Continue Reading Fourth District’s Split Decision Further Complicates CEQA Requirements Surrounding GHG Impact Analysis and Mitigation Measures – Dissent Warns Majority Opinion Will Weaken and Confuse the Law

Saltonstall v. City of Sacramento (11/20/14, C077031)

The NBA owns the right to acquire and relocate the Sacramento Kings if a new arena is not completed and open in downtown Sacramento by 2017.  The City and the Kings have targeted an October 2016 opening to avoid this outcome.  To facilitate construction, the California Legislature added Section 21168.6.6 to the Public Resources Code to provide for an expedited review of the arena project under the California Environmental Quality Act.  Several individuals sued the City and the Kings, challenging the constitutionality of the new provisions of the Public Resources Code, and moved for a preliminary injunction that would stay demolition of the existing shopping center.  The Court of Appeal denied the preliminary injunction, holding that the Legislature may limit the CEQA review process under its broad authority to make public policy determinations and amend existing laws.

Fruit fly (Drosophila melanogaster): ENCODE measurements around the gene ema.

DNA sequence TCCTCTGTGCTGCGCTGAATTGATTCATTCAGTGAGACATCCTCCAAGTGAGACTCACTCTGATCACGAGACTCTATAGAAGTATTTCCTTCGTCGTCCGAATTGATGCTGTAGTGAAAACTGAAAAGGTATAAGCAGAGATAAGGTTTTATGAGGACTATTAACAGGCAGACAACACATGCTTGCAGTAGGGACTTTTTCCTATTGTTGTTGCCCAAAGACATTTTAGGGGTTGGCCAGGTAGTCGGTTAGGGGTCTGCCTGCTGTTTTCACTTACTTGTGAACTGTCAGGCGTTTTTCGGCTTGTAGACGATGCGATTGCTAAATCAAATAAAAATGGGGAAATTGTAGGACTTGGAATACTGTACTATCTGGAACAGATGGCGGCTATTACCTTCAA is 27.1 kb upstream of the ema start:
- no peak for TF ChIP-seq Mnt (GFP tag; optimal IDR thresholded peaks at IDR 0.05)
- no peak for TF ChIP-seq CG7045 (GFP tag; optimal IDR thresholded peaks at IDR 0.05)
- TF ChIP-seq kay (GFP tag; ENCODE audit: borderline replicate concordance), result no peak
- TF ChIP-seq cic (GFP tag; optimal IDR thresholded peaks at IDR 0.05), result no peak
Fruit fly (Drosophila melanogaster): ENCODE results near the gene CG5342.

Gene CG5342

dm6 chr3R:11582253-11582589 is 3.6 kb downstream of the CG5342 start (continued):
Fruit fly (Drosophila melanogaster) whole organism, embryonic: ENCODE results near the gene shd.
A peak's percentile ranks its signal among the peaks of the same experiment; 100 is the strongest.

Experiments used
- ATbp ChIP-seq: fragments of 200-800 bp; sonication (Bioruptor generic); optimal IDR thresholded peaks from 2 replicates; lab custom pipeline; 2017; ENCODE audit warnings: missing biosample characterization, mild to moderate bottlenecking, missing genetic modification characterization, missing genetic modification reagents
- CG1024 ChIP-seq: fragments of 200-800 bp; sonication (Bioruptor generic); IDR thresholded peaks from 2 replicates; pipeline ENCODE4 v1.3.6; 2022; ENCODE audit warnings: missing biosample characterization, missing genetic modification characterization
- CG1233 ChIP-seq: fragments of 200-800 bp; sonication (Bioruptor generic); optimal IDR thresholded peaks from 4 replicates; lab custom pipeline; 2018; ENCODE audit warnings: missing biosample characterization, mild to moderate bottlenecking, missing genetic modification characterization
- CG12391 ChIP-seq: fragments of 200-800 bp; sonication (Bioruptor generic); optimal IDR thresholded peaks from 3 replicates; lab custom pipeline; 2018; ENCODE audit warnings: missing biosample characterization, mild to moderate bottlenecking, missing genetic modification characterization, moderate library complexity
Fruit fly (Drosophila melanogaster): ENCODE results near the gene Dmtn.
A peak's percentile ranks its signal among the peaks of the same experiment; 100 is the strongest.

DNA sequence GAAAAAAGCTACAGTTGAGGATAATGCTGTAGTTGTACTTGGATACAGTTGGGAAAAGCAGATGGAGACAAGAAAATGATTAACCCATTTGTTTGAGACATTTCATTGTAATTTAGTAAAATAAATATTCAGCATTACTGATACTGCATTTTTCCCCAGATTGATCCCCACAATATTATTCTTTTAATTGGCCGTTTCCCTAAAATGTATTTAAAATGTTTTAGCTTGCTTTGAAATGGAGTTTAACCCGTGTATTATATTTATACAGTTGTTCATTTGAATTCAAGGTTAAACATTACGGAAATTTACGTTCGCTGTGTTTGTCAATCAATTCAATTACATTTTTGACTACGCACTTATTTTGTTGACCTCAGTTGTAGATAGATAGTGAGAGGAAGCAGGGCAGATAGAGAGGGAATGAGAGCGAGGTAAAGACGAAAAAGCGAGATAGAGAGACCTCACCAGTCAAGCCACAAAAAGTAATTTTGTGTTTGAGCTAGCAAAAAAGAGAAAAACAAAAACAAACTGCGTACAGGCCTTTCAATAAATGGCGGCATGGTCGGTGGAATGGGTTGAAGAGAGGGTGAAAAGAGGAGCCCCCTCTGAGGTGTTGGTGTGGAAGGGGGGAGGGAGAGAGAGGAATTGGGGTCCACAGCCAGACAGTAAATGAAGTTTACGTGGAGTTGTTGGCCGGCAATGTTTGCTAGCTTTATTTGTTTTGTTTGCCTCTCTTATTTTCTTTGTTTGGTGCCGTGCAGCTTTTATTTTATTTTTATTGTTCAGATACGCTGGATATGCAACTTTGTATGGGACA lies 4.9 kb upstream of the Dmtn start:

Continue Reading Legislature Can Amend CEQA to Expedite Construction of Sacramento Kings Arena

A major fact correction on rehearing led the Second Appellate District to reverse its earlier ruling in Bowman v. California Coastal Commission (2nd Dist., Div. 6, 10/23/14, B243015 (on rehearing).  The court has now held that collateral estoppel does not prevent a landowner from letting a permit expire and then challenging imposition of the same conditions on a later replacement permit.  This conclusion replaces the original holding that reliance on an unchallenged permit estops the property owner from seeking changed conditions when applying for a revised permit.  Nevertheless, in a complete victory for the owner, the court has also found that the original condition should not have been imposed in the first place because it was an illegal taking under Nollan v. California Coastal Commission (1987) 483 U.S. 825.
Continue Reading Unlawful Development Permit Conditions Not Binding On Second Permit Applicant When Original Permit Expires Without Use – Second District Changes Mind On Changed Facts

Picayune Rancheria of Chukchansi Indians v. Brown, C074506 (9/24/2014)